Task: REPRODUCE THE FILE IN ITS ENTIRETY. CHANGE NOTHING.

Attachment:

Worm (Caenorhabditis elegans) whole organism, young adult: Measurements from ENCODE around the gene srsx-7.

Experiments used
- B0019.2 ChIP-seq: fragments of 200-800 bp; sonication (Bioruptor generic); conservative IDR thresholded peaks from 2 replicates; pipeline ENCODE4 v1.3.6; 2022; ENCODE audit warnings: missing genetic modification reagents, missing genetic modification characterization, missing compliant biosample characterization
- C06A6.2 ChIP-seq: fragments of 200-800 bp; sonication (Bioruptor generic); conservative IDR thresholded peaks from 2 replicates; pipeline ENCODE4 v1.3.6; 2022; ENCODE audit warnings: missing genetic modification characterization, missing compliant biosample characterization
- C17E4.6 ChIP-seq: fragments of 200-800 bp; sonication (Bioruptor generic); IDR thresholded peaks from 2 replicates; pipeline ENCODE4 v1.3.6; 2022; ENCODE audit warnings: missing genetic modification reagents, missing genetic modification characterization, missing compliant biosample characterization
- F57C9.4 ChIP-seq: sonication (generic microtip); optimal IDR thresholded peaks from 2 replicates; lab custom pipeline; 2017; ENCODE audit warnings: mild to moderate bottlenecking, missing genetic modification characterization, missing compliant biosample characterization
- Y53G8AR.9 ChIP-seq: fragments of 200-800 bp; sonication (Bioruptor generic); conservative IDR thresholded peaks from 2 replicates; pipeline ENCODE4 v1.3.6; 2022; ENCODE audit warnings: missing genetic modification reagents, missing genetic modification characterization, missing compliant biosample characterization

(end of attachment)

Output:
Worm (Caenorhabditis elegans) whole organism, young adult: Measurements from ENCODE around the gene srsx-7.

Experiments used
- B0019.2 ChIP-seq: fragments of 200-800 bp; sonication (Bioruptor generic); conservative IDR thresholded peaks from 2 replicates; pipeline ENCODE4 v1.3.6; 2022; ENCODE audit warnings: missing genetic modification reagents, missing genetic modification characterization, missing compliant biosample characterization
- C06A6.2 ChIP-seq: fragments of 200-800 bp; sonication (Bioruptor generic); conservative IDR thresholded peaks from 2 replicates; pipeline ENCODE4 v1.3.6; 2022; ENCODE audit warnings: missing genetic modification characterization, missing compliant biosample characterization
- C17E4.6 ChIP-seq: fragments of 200-800 bp; sonication (Bioruptor generic); IDR thresholded peaks from 2 replicates; pipeline ENCODE4 v1.3.6; 2022; ENCODE audit warnings: missing genetic modification reagents, missing genetic modification characterization, missing compliant biosample characterization
- F57C9.4 ChIP-seq: sonication (generic microtip); optimal IDR thresholded peaks from 2 replicates; lab custom pipeline; 2017; ENCODE audit warnings: mild to moderate bottlenecking, missing genetic modification characterization, missing compliant biosample characterization
- Y53G8AR.9 ChIP-seq: fragments of 200-800 bp; sonication (Bioruptor generic); conservative IDR thresholded peaks from 2 replicates; pipeline ENCODE4 v1.3.6; 2022; ENCODE audit warnings: missing genetic modification reagents, missing genetic modification characterization, missing compliant biosample characterization